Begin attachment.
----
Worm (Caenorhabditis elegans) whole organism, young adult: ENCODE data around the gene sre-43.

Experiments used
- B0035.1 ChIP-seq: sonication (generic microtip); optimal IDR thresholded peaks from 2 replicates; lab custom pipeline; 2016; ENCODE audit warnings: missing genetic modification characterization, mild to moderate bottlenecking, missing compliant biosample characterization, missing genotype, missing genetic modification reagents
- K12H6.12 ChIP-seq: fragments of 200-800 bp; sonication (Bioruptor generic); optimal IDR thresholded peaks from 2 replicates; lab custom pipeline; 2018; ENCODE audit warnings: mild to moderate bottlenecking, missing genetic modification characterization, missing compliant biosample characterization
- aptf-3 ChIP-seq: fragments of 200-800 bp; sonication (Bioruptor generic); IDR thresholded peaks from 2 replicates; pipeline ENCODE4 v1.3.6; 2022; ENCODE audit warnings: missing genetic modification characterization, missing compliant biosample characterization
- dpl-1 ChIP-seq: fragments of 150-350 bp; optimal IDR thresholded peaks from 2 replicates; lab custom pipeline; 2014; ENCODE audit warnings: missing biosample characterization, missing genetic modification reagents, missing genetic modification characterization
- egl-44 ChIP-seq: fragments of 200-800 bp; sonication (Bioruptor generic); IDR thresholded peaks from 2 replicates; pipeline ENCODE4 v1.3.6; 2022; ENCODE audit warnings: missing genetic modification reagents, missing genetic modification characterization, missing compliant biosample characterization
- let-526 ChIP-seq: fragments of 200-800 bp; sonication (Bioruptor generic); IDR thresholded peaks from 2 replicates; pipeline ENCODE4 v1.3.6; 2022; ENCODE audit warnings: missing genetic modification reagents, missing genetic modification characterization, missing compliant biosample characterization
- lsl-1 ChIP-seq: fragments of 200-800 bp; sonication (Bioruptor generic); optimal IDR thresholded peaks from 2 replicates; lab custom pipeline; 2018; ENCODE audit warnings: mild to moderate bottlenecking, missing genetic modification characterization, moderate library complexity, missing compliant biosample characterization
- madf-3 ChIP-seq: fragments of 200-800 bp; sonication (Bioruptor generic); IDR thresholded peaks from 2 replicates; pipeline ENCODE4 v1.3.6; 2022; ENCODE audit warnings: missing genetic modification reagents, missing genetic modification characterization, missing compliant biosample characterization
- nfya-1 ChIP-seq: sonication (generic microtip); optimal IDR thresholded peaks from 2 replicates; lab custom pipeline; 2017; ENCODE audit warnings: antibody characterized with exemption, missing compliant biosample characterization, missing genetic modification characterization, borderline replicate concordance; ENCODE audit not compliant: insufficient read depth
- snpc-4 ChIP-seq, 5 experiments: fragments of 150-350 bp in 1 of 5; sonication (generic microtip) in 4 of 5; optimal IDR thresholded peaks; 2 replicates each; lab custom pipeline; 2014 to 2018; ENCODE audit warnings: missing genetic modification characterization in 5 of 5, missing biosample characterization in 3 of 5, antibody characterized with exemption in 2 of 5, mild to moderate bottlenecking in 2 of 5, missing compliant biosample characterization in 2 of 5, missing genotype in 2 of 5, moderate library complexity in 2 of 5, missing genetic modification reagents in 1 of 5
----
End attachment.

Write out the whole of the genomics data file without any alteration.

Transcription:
Worm (Caenorhabditis elegans) whole organism, young adult: ENCODE data around the gene sre-43.

Experiments used
- B0035.1 ChIP-seq: sonication (generic microtip); optimal IDR thresholded peaks from 2 replicates; lab custom pipeline; 2016; ENCODE audit warnings: missing genetic modification characterization, mild to moderate bottlenecking, missing compliant biosample characterization, missing genotype, missing genetic modification reagents
- K12H6.12 ChIP-seq: fragments of 200-800 bp; sonication (Bioruptor generic); optimal IDR thresholded peaks from 2 replicates; lab custom pipeline; 2018; ENCODE audit warnings: mild to moderate bottlenecking, missing genetic modification characterization, missing compliant biosample characterization
- aptf-3 ChIP-seq: fragments of 200-800 bp; sonication (Bioruptor generic); IDR thresholded peaks from 2 replicates; pipeline ENCODE4 v1.3.6; 2022; ENCODE audit warnings: missing genetic modification characterization, missing compliant biosample characterization
- dpl-1 ChIP-seq: fragments of 150-350 bp; optimal IDR thresholded peaks from 2 replicates; lab custom pipeline; 2014; ENCODE audit warnings: missing biosample characterization, missing genetic modification reagents, missing genetic modification characterization
- egl-44 ChIP-seq: fragments of 200-800 bp; sonication (Bioruptor generic); IDR thresholded peaks from 2 replicates; pipeline ENCODE4 v1.3.6; 2022; ENCODE audit warnings: missing genetic modification reagents, missing genetic modification characterization, missing compliant biosample characterization
- let-526 ChIP-seq: fragments of 200-800 bp; sonication (Bioruptor generic); IDR thresholded peaks from 2 replicates; pipeline ENCODE4 v1.3.6; 2022; ENCODE audit warnings: missing genetic modification reagents, missing genetic modification characterization, missing compliant biosample characterization
- lsl-1 ChIP-seq: fragments of 200-800 bp; sonication (Bioruptor generic); optimal IDR thresholded peaks from 2 replicates; lab custom pipeline; 2018; ENCODE audit warnings: mild to moderate bottlenecking, missing genetic modification characterization, moderate library complexity, missing compliant biosample characterization
- madf-3 ChIP-seq: fragments of 200-800 bp; sonication (Bioruptor generic); IDR thresholded peaks from 2 replicates; pipeline ENCODE4 v1.3.6; 2022; ENCODE audit warnings: missing genetic modification reagents, missing genetic modification characterization, missing compliant biosample characterization
- nfya-1 ChIP-seq: sonication (generic microtip); optimal IDR thresholded peaks from 2 replicates; lab custom pipeline; 2017; ENCODE audit warnings: antibody characterized with exemption, missing compliant biosample characterization, missing genetic modification characterization, borderline replicate concordance; ENCODE audit not compliant: insufficient read depth
- snpc-4 ChIP-seq, 5 experiments: fragments of 150-350 bp in 1 of 5; sonication (generic microtip) in 4 of 5; optimal IDR thresholded peaks; 2 replicates each; lab custom pipeline; 2014 to 2018; ENCODE audit warnings: missing genetic modification characterization in 5 of 5, missing biosample characterization in 3 of 5, antibody characterized with exemption in 2 of 5, mild to moderate bottlenecking in 2 of 5, missing compliant biosample characterization in 2 of 5, missing genotype in 2 of 5, moderate library complexity in 2 of 5, missing genetic modification reagents in 1 of 5